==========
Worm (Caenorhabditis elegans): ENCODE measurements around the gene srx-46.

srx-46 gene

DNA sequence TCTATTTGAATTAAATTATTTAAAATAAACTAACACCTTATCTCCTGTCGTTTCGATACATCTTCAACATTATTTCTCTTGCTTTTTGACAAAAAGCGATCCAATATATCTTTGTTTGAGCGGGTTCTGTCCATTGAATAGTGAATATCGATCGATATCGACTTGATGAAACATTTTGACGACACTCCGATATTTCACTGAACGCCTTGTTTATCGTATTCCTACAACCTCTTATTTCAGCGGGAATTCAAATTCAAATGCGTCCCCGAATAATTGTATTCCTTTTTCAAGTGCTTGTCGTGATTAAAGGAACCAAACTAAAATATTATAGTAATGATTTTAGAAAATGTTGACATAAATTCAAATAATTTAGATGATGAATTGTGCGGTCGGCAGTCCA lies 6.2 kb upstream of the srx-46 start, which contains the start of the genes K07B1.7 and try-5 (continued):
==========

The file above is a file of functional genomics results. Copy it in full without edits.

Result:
Worm (Caenorhabditis elegans): ENCODE measurements around the gene srx-46.

srx-46 gene

DNA sequence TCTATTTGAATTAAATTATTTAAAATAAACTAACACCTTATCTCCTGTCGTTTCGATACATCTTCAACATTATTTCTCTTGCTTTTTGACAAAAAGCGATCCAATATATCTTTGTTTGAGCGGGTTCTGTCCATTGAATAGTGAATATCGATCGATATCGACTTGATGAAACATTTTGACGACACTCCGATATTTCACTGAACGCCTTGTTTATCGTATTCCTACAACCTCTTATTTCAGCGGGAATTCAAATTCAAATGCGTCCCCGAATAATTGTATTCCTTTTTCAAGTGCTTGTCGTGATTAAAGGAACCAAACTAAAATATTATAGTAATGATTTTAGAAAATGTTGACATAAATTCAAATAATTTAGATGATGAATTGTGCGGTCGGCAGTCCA lies 6.2 kb upstream of the srx-46 start, which contains the start of the genes K07B1.7 and try-5 (continued):